UK singer/producer/multi-instrumentalist George Barnett likes to do things on his own – as evidenced by that somewhat detailed description. We could also add video director to the list but that might seem like overkill, if no less true. His habit of singing and playing every instrument on all his albums has led to each of his records feeling particularly insular and attuned to a unique musical mindset. Not that this tonal specificity has affected his music negatively. In fact, this individuality is what makes his songs so endearing and memorable. Building on traditional guitar/piano/percussion pop templates by incorporating orchestral flourishes and electronic ephemera, Barnett draws inspiration from modern artists like Justin Timberlake and Nine Inch Nails (odd musical bedfellows, I know), as well as the gossamer radio pop of the 80’s. His aesthetic is a style of acclimation and aggregations; each song’s influence can be easily divined, but it ‘s the way in which Barnett molds and reshapes his inspirations that cause his music to resonate so soundly with his audience.
Recently, Barnett sat down with Beats Per Minute to discuss some of his favorite records and those which had a profound influence on his own formative musical development. From the alterna-rock funk of Red Hot Chili Peppers to the pastoral folk-rock of Fleet Foxes, as well as the R&B influenced beats and rhymes from Frank Ocean, he lays out a fairly extensive framework of inspiration that covers a handful of disparate genres. Check out his full list below in the latest installment of our On Deck series.
I got this when I was 12 years old and I love every single track on it. Every song is a banger. Every song is great. I’d play it and find a track and I’d think that’s my favourite. And then I’d play the album again and change my mind. The album reminds me of when we were living in this house that was a bit haunted. It was a huge house with lots of outbuildings and we were living in a converted stable. The main house was where there had been a murder and the weapon was found in my room. Obviously not while I was in it – a long time beforehand! But it was a great house as we could make as much noise as we wanted as there were no other people around. So it reminds me of being there. In a good way – not in a murder way. The album was produced by Rick Rubin and I like the story of where it was recorded – in a place called The Mansion and that’s supposed to be a haunted house. When I found that out I thought…ah a parallel.
This is a kind of a folk album and it’s really nice. When you listen to that record you can’t help think of nature and tress and stuff even if you’re somewhere quite far from that. The sounds and the way they use harmony make you feel like that. This is another album where I like every song. I don’t know the title to every song because I have always listened to the album the whole way through without skipping tracks. Oliver James was the best possible way to end on an album like this; the a capella drenched in reverb tailing off into silence completely sums everything up.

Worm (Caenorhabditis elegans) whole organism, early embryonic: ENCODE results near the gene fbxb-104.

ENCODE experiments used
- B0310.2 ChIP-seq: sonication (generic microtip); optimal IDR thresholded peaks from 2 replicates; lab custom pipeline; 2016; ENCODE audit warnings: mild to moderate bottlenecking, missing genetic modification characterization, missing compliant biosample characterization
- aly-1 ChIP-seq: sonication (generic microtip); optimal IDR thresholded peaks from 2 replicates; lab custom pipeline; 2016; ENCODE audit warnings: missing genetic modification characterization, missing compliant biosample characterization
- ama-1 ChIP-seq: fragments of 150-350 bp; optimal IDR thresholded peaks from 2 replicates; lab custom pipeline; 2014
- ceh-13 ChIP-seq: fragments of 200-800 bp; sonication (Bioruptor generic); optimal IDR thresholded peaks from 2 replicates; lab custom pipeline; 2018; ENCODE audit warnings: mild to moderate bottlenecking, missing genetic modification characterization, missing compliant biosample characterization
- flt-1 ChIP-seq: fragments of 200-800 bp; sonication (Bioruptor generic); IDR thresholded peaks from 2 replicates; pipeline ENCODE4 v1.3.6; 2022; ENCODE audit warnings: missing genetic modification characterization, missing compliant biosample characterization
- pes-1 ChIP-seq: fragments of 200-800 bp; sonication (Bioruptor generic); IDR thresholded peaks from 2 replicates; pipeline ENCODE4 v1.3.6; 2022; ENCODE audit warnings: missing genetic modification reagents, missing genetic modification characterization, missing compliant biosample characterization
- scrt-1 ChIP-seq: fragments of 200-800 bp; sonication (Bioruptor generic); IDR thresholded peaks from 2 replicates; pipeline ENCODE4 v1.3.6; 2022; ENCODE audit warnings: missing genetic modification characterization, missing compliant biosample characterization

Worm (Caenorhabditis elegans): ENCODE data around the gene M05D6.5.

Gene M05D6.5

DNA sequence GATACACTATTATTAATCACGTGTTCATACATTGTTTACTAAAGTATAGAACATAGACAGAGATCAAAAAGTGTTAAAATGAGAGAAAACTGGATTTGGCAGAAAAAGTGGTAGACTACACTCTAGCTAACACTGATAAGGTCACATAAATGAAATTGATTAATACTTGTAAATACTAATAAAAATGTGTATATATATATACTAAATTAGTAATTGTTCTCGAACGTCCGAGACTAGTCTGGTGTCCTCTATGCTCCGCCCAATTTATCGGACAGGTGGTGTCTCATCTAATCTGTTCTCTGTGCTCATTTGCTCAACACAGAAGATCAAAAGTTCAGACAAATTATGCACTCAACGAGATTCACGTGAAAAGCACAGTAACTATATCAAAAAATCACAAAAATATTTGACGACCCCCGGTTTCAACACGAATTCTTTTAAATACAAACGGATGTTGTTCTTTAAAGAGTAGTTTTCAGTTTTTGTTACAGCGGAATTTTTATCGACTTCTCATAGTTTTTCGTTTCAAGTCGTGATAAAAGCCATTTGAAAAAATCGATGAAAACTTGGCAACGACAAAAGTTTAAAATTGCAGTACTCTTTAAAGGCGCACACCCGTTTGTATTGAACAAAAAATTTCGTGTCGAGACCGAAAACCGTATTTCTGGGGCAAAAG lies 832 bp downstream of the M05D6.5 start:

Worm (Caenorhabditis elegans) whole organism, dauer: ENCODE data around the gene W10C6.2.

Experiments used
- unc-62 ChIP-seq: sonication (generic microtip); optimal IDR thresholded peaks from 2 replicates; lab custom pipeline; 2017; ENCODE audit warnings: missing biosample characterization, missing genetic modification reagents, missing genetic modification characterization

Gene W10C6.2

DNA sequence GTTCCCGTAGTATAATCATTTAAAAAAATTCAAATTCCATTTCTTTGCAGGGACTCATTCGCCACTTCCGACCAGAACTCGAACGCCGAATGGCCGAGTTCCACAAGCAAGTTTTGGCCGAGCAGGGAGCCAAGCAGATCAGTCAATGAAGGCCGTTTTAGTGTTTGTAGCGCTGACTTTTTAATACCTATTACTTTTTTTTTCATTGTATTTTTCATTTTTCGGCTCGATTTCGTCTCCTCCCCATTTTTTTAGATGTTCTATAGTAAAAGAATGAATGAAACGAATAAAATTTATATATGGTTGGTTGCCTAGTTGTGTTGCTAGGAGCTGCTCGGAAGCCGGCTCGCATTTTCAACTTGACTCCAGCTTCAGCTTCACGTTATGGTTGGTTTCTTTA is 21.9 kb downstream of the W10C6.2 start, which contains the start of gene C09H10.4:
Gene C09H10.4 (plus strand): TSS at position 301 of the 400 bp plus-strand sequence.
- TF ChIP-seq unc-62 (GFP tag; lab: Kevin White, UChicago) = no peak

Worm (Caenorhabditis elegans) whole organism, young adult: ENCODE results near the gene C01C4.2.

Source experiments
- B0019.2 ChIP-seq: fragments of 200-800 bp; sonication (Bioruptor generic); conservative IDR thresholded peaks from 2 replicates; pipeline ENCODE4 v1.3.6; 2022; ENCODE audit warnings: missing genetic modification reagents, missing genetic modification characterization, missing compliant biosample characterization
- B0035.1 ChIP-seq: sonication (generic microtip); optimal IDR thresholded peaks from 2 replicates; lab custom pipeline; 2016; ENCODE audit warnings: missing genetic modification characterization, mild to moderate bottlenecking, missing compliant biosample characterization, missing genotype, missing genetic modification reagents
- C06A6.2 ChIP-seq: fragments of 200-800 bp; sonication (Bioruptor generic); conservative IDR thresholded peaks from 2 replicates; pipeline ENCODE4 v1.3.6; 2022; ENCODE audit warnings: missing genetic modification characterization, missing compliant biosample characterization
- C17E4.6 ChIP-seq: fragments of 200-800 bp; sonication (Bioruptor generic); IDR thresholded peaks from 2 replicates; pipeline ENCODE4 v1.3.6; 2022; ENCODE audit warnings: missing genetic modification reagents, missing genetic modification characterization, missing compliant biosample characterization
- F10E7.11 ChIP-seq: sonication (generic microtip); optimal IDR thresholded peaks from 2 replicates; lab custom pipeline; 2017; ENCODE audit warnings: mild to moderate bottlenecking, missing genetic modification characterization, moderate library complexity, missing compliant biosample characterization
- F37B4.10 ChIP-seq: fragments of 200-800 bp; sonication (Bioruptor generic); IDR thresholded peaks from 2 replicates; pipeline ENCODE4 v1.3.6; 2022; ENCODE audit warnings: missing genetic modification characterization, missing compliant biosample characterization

It sounds like it was made in a day…in that every song perfectly follows the last in a cohesive musical way. Everything is so understated – it never feels too angry or loud against the mellow tone and his voice is just fantastic overall. Songs like Bad Religion and Pink Matter are exceptional, song writing-wise and Pyramids is a production masterpiece. Frank Ocean is an amazing artist – he will be a future “great”. This album reminds me of a beach but I’ve never been there. Listen to it.
I’ve been listening to this recently on my ipod. All the beats and production on it hit so hard. There’s a lot of Indian Rhythms that she uses which sound great. I like the fact that she literally sounds like she doesn’t care about anything and it’s great! There’s some stuff on there that’s so discordant. Songs like Come Walk With Me – it sounds really rough and sing song and kid of nursery rhyme as if it was done all in one go , kind of like an abandonment of trying to sound ‘nice’. She has a pure personality and doesn’t seem preoccupied with what other people think and that’s exciting to listen to.
I recently remembered how much I love this album. I got it for Christmas in 2006, I think. From start to finish it sounds like an album. There’s nothing I want to skip. There’s nothing that distinguishes itself as something that may have been done purely as a single. It’s all continuous greatness. I love Brandon Flowers lyrics and I love the shakiness in his voice as it gives it power; I like the way it’s louder and rawer than Hot Fuss. In fact I hadn’t listened to Hot Fuss until after I had heard Sam’s Town and it was the latter album that got me into the first one. I especially like the second half of Sam’s Town for the great song writing. The songs are a bit slower and you can really hear how good a writer he is – on songs like My List and Why Do I Keep Counting the writing opens up a bit. In the first half there are things that hit you but a lot of the emotional close to the chest song writing comes in the second half which is annoying as I’ve never met anyone who knows My List. Like when you mention the album they say, ‘Oh yeah, When You Were Young”. Listen to it all!
George Barnett’s latest release, the Animal Keeper EP, is out now.